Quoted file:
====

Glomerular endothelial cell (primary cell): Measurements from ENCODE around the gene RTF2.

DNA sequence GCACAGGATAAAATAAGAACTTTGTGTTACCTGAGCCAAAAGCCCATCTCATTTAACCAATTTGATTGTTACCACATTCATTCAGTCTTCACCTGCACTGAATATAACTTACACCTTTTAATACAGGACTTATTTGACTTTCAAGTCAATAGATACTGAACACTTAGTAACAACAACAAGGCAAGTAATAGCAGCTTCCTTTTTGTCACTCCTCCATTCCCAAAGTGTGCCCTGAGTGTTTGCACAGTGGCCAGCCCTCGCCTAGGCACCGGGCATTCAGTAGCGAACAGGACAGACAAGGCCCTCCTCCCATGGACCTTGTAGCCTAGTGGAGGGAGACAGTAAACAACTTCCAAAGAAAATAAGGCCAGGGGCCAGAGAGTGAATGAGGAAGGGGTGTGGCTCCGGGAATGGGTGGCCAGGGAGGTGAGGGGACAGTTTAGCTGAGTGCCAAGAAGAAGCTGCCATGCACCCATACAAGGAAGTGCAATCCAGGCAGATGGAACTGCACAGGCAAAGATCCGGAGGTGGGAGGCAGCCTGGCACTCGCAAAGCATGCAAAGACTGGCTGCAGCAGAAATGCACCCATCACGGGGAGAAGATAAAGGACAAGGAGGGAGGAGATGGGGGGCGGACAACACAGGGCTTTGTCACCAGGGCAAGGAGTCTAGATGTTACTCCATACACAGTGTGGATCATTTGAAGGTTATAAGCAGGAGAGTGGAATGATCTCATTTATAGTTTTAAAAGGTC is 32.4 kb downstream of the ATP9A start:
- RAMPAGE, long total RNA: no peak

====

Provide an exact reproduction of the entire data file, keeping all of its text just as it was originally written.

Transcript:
Glomerular endothelial cell (primary cell): Measurements from ENCODE around the gene RTF2.

DNA sequence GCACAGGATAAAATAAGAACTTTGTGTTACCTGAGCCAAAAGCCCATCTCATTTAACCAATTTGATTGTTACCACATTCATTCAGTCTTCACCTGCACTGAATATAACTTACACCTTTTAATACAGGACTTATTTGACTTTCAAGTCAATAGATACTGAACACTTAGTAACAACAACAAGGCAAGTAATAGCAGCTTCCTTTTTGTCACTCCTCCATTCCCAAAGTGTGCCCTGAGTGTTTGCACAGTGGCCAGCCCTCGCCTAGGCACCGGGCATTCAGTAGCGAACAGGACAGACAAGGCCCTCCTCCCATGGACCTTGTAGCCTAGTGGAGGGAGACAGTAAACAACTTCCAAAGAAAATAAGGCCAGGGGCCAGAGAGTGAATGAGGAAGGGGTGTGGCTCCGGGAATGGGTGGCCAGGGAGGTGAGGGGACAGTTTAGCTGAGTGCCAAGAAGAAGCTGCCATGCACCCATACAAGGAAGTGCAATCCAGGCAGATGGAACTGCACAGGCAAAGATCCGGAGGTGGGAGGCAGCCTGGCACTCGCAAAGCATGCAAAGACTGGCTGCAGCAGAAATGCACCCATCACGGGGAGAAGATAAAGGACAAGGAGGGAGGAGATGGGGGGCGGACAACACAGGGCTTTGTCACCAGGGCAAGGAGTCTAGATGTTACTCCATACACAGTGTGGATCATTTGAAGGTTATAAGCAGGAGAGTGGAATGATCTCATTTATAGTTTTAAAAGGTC is 32.4 kb downstream of the ATP9A start:
- RAMPAGE, long total RNA: no peak